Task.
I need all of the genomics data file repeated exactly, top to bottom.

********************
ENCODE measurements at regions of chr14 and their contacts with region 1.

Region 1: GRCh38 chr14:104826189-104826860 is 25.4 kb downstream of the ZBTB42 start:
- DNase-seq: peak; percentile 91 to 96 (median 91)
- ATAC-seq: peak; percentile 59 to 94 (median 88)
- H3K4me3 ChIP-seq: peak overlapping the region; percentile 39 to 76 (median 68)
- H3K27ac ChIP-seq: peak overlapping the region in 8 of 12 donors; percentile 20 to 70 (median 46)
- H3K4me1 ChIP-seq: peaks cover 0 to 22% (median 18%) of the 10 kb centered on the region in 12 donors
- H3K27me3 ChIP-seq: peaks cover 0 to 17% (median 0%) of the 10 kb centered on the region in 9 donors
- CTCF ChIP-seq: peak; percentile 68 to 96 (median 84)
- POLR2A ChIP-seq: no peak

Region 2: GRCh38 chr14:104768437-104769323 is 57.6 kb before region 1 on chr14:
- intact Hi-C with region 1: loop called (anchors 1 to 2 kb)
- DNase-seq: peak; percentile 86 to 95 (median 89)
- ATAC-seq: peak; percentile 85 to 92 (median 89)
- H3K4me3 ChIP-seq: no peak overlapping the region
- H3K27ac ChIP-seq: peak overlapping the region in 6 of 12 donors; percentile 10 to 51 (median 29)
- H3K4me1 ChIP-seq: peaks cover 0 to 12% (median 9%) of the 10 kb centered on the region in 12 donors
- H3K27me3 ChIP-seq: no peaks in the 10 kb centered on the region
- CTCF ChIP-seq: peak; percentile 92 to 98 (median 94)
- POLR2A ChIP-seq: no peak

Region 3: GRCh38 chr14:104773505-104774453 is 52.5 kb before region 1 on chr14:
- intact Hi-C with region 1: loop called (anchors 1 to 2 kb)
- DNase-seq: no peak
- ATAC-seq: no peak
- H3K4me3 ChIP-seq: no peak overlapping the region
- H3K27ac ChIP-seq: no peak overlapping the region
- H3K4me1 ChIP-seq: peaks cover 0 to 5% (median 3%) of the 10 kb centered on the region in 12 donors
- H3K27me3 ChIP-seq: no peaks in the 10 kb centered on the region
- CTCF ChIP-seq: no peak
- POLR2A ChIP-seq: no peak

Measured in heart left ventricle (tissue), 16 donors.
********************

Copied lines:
ENCODE measurements at regions of chr14 and their contacts with region 1.

Region 1: GRCh38 chr14:104826189-104826860 is 25.4 kb downstream of the ZBTB42 start:
- DNase-seq: peak; percentile 91 to 96 (median 91)
- ATAC-seq: peak; percentile 59 to 94 (median 88)
- H3K4me3 ChIP-seq: peak overlapping the region; percentile 39 to 76 (median 68)
- H3K27ac ChIP-seq: peak overlapping the region in 8 of 12 donors; percentile 20 to 70 (median 46)
- H3K4me1 ChIP-seq: peaks cover 0 to 22% (median 18%) of the 10 kb centered on the region in 12 donors
- H3K27me3 ChIP-seq: peaks cover 0 to 17% (median 0%) of the 10 kb centered on the region in 9 donors
- CTCF ChIP-seq: peak; percentile 68 to 96 (median 84)
- POLR2A ChIP-seq: no peak

Region 2: GRCh38 chr14:104768437-104769323 is 57.6 kb before region 1 on chr14:
- intact Hi-C with region 1: loop called (anchors 1 to 2 kb)
- DNase-seq: peak; percentile 86 to 95 (median 89)
- ATAC-seq: peak; percentile 85 to 92 (median 89)
- H3K4me3 ChIP-seq: no peak overlapping the region
- H3K27ac ChIP-seq: peak overlapping the region in 6 of 12 donors; percentile 10 to 51 (median 29)
- H3K4me1 ChIP-seq: peaks cover 0 to 12% (median 9%) of the 10 kb centered on the region in 12 donors
- H3K27me3 ChIP-seq: no peaks in the 10 kb centered on the region
- CTCF ChIP-seq: peak; percentile 92 to 98 (median 94)
- POLR2A ChIP-seq: no peak

Region 3: GRCh38 chr14:104773505-104774453 is 52.5 kb before region 1 on chr14:
- intact Hi-C with region 1: loop called (anchors 1 to 2 kb)
- DNase-seq: no peak
- ATAC-seq: no peak
- H3K4me3 ChIP-seq: no peak overlapping the region
- H3K27ac ChIP-seq: no peak overlapping the region
- H3K4me1 ChIP-seq: peaks cover 0 to 5% (median 3%) of the 10 kb centered on the region in 12 donors
- H3K27me3 ChIP-seq: no peaks in the 10 kb centered on the region
- CTCF ChIP-seq: no peak
- POLR2A ChIP-seq: no peak

Measured in heart left ventricle (tissue), 16 donors.